Just a few minutes from downtown Vancouver, Southlands Riding Club (SRC) has grown up with the city. SRC traces its roots back to a time when the land was covered in farmland, horse stables, and a sense of community. Long before its official establishment in 1943, the Blenheim Flats were tended by farming families like the McCleery brothers, Samuel and Fitzgerald, and Hugh Magee. The landscape along the Fraser River, stretching from 75th/Granville to the river’s mouth, was characterized by pastoral lands and agricultural pursuits. This idyllic setting was also home to riding stables and academies, creating a vibrant equestrian culture in the region.

In the 1920s, the Point Grey Golf Course emerged, drawing more farm and horse owners to the Flats. However, the area was not only about golf; it was also a haven for horse enthusiasts, with riding academies scattered across Vancouver including Dunbar, Point Grey, and Stanley Park.

The spark that would ignite Southlands Riding Club began in the early 1940s when A.J. McPherson and 12 visionary riders gathered to discuss the formation of a community dedicated to preserving trails and advocating for equestrian safety. Names like Bernice Ramsey, Neina Williams, and Jack Abramson stand out among the pioneers who sought to promote the well-being of horses and riders. This group’s efforts bore fruit when, in August 1943, Southlands Riding Club was officially incorporated with a modest annual membership fee of $3.

An outdoor riding ring.

‘The Big Ring’ at SRC. The area is surrounded by equestrian properties.

The early years saw the club’s growth as members met at Ascot Riding Academy, organized gymkhanas, group rides to the beach, and Sunday trail rides. In 1946, a clubhouse was erected at the corner of W55th and Blenheim, constructed from the remnants of a fisherman’s net storage hut painstakingly moved on horseback and rebuilt.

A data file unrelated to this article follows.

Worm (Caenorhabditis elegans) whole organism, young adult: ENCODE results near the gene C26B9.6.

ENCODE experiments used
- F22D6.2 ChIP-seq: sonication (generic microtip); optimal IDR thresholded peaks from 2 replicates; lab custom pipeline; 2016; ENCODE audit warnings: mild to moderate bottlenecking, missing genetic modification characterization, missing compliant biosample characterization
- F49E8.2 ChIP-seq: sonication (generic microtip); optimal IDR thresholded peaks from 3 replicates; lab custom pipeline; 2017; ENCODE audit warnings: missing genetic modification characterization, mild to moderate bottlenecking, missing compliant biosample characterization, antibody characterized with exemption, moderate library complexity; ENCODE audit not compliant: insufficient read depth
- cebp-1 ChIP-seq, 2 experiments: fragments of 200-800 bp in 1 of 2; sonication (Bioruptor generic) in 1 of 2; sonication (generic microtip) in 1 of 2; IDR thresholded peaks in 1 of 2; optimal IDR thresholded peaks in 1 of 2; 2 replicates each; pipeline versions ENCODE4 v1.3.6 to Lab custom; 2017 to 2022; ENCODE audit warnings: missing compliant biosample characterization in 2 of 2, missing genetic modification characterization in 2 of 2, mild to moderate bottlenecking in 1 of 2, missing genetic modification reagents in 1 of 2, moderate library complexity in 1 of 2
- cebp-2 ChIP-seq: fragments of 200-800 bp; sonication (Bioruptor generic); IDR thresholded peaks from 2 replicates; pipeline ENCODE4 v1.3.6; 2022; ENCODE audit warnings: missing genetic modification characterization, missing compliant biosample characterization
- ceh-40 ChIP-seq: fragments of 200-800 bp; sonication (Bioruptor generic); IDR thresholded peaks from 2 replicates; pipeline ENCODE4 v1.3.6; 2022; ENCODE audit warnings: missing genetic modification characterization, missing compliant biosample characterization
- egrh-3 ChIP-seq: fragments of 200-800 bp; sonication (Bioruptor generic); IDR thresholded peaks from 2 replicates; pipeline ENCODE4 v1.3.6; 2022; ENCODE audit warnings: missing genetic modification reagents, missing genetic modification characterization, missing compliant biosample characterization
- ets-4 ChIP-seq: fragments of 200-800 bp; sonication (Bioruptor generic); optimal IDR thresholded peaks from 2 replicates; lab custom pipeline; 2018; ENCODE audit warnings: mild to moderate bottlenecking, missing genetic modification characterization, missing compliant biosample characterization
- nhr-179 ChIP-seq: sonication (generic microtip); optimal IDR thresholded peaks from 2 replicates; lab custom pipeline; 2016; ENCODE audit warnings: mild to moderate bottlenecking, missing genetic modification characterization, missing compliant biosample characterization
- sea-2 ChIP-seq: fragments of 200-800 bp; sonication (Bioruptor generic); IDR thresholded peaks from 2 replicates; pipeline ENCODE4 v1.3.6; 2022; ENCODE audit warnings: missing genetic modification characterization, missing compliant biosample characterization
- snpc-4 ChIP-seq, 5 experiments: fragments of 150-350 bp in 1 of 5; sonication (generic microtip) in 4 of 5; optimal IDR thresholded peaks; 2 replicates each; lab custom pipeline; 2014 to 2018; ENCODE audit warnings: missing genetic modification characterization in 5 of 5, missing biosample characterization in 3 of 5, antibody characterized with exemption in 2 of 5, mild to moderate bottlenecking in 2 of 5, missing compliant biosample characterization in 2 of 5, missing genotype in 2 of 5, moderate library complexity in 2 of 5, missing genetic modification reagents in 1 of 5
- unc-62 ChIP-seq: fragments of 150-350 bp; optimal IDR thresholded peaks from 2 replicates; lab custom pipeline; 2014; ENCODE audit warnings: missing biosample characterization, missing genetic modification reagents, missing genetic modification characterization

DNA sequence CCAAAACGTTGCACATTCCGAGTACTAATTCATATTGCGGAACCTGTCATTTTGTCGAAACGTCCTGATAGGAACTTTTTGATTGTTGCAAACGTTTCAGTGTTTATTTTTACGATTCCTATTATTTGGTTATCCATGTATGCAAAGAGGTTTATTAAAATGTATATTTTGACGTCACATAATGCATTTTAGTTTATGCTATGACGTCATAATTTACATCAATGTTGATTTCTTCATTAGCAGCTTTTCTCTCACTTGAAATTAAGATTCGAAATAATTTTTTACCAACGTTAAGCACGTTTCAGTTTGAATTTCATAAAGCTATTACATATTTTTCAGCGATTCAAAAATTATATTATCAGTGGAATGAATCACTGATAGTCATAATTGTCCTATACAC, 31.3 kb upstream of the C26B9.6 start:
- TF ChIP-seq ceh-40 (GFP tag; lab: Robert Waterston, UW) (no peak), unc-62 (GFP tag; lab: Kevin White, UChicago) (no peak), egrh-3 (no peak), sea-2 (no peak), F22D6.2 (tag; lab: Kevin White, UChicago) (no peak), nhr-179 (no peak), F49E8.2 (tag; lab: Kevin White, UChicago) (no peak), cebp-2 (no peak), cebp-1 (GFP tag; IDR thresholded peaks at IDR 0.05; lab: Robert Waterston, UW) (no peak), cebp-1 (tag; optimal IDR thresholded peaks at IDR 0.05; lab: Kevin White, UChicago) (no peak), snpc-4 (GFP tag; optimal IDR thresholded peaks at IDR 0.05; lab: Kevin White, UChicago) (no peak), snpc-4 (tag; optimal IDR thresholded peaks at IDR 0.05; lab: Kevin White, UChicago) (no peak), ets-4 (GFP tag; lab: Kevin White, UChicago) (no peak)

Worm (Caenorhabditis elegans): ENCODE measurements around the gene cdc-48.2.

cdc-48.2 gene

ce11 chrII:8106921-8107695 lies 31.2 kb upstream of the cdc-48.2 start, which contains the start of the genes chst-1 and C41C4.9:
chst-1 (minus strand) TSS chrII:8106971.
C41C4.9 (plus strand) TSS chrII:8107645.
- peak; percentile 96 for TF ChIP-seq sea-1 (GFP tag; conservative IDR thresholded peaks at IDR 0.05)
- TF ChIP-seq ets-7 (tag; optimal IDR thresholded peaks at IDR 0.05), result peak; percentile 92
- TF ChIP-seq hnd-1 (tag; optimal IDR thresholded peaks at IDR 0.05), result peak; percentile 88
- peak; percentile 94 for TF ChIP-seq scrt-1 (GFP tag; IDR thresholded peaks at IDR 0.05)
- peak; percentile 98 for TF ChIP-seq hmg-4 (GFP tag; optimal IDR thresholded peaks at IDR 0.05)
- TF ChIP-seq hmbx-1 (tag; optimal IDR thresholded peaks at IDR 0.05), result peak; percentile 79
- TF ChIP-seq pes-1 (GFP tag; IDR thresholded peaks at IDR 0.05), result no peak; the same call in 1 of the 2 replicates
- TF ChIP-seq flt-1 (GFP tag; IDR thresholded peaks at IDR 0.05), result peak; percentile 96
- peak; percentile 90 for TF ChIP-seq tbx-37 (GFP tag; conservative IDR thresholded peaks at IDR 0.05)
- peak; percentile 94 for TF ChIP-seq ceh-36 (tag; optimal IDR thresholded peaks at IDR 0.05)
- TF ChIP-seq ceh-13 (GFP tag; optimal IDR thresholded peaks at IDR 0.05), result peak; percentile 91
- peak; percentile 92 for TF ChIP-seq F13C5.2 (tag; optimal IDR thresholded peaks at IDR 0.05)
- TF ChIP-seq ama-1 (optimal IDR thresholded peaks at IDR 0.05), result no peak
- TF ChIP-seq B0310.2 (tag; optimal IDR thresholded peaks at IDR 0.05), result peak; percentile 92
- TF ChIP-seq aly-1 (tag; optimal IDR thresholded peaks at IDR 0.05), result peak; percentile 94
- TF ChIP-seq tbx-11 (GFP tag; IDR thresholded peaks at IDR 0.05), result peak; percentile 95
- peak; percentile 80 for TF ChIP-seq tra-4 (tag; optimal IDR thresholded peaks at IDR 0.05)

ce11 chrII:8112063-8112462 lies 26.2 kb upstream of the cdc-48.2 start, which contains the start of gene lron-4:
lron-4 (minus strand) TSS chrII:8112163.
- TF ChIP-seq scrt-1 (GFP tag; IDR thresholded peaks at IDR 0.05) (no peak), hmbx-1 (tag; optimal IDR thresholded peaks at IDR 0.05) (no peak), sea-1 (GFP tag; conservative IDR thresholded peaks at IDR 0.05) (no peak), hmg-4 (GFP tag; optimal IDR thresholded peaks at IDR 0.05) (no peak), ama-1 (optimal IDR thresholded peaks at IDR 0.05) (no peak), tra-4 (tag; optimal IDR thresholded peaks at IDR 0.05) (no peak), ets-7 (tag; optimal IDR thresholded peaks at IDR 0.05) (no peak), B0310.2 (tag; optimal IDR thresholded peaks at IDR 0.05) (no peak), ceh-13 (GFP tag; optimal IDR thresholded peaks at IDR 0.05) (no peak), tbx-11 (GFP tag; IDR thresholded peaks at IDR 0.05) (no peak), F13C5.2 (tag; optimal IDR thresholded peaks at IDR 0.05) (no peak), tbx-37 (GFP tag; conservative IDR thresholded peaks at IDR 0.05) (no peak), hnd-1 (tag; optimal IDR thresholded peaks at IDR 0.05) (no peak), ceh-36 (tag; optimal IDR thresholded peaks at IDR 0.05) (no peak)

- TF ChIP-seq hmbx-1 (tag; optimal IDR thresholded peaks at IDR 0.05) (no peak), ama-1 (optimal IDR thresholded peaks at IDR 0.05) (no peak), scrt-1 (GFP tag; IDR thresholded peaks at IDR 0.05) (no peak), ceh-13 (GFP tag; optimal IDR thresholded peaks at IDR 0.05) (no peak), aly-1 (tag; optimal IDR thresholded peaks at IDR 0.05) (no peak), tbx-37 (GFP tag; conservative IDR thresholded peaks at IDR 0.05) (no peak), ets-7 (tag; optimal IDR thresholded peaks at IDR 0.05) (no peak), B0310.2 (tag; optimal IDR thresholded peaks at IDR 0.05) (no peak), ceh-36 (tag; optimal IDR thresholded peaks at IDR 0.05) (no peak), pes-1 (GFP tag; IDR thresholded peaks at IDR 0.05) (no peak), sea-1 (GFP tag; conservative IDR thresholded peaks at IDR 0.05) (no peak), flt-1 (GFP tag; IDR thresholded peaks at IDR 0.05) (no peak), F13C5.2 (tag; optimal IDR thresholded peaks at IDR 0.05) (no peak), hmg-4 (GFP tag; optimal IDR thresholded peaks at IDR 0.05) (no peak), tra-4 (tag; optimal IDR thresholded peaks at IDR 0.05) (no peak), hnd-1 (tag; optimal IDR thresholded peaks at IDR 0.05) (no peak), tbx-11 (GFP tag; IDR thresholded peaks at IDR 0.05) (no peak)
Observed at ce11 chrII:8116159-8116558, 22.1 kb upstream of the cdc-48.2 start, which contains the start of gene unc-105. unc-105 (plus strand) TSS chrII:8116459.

Recognizing the importance of securing their own land, the club, in a testament to community spirit, collectively purchased 16 acres of land in 1946. This acquisition marked a turning point, leading to the formation of the Southlands Riding and Driving Club Limited, a company authorized to issue shares to raise funds. Over time, this structure ensured that all members held a stake in the club.

In the 1950s, Southlands Riding Club burgeoned, hosting diverse equestrian events from polo to gymkhanas, and hunter/jumper to dressage shows. A pivotal moment came with the construction of the iconic Indoor Arena in the 1960s, made possible through fundraising campaigns and the generosity of notable figures like Walter Koerner, Patrick Oswald and Chunky Woodward.

In 2016, SRC introduced the Rescue and Rehabilitation Program, embracing a mission to provide care and training for equine residents. Over the years, numerous horses and ponies have found new beginnings through the program as confident and educated companions.

As the 21st century unfolded, SRC thrived in the face of challenges, including the COVID-19 pandemic, by embracing outdoor activities and horse shows. The passage of time has also brought changes to the landscape with the encroachment of urban development and rising property values. However, SRC and the heart of the neighbourhood remain steadfast, driven by its historic mission and the dedication of its members.

Today, there are 460 members of SRC with a variety of categories for membership available for reasonable annual or monthly fees. Facilities include an indoor arena, covered arena, five outdoor rings for dressage and jumping, a large field, a cross-country course, a half-mile track, covered and open lunge rings/round pens, a clubhouse and event stabling. Plans are in the works for renovating the old indoor arena and building more spectator viewing areas outside, along with footing upgrades.


Drawing of Southlands layout.

As ‘The Club’ enters a new decade, its legacy endures, carrying the spirit of the early pioneers who saw the value in preserving an equestrian community. As the sun sets on one chapter and rises on the next, Southlands Riding Club’s story continues to be one of resilience, unity, and the enduring bond between people and their horses.

Learn more about Southlands Riding Club, their events, and the Rescue Program here.